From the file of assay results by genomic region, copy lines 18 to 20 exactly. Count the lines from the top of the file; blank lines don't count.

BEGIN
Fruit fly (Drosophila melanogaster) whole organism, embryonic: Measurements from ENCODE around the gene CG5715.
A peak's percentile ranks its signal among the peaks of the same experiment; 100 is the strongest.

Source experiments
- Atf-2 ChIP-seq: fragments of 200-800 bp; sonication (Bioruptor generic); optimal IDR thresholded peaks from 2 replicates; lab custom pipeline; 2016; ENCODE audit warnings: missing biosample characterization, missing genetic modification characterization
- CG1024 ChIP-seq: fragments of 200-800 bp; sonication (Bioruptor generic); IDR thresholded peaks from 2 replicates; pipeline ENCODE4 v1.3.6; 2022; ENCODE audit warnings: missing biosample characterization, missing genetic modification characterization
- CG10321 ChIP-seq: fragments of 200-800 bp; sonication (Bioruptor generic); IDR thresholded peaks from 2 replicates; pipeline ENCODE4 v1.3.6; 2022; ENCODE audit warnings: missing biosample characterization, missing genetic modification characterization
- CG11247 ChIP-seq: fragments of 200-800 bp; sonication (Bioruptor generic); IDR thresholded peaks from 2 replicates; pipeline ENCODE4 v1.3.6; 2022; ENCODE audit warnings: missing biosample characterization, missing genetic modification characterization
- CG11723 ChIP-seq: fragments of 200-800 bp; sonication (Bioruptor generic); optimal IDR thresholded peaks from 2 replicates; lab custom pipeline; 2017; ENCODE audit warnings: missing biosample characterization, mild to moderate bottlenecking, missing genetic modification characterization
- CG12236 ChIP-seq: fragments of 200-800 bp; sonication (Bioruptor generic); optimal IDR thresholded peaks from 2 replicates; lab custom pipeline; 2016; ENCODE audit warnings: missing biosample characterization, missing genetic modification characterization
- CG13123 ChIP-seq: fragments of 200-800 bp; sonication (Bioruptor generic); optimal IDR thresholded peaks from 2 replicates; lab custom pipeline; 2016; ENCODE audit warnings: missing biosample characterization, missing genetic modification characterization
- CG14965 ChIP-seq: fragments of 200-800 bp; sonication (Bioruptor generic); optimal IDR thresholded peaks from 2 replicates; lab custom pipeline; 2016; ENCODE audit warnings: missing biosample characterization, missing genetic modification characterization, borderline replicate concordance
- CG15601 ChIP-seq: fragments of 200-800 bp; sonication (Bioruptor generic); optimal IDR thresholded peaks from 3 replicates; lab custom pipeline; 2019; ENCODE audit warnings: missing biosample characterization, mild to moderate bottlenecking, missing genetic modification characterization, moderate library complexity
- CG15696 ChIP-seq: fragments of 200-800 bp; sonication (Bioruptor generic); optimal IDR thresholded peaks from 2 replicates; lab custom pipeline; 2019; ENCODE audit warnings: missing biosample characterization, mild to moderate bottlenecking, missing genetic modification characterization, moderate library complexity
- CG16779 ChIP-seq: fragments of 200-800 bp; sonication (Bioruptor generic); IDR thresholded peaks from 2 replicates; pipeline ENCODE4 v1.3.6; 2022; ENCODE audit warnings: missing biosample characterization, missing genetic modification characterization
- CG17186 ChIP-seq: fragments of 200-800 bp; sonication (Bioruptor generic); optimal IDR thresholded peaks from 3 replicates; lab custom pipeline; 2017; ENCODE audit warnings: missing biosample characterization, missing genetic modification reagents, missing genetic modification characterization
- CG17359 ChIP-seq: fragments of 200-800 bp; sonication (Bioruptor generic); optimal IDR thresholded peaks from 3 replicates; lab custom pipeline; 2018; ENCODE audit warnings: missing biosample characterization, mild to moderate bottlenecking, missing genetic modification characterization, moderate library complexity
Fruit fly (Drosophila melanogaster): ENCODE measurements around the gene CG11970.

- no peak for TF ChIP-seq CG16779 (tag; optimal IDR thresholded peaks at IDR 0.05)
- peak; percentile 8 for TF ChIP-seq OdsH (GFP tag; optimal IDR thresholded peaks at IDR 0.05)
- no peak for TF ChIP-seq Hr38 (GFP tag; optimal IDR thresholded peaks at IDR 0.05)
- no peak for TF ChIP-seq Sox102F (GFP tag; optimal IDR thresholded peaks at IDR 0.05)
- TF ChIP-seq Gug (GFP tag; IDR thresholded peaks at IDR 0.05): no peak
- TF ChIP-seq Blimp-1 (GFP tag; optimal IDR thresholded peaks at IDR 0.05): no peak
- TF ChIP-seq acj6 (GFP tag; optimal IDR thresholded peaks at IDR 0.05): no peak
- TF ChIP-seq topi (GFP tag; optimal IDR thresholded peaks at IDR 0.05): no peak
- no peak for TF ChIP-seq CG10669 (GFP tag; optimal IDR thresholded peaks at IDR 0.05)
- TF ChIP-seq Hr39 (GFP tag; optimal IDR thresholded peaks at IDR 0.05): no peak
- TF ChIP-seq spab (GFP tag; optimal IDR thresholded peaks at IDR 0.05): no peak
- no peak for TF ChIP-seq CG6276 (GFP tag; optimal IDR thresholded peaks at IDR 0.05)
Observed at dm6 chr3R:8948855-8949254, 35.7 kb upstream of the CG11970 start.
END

- no peak for TF ChIP-seq CG16779 (tag; optimal IDR thresholded peaks at IDR 0.05)
- peak; percentile 8 for TF ChIP-seq OdsH (GFP tag; optimal IDR thresholded peaks at IDR 0.05)
- no peak for TF ChIP-seq Hr38 (GFP tag; optimal IDR thresholded peaks at IDR 0.05)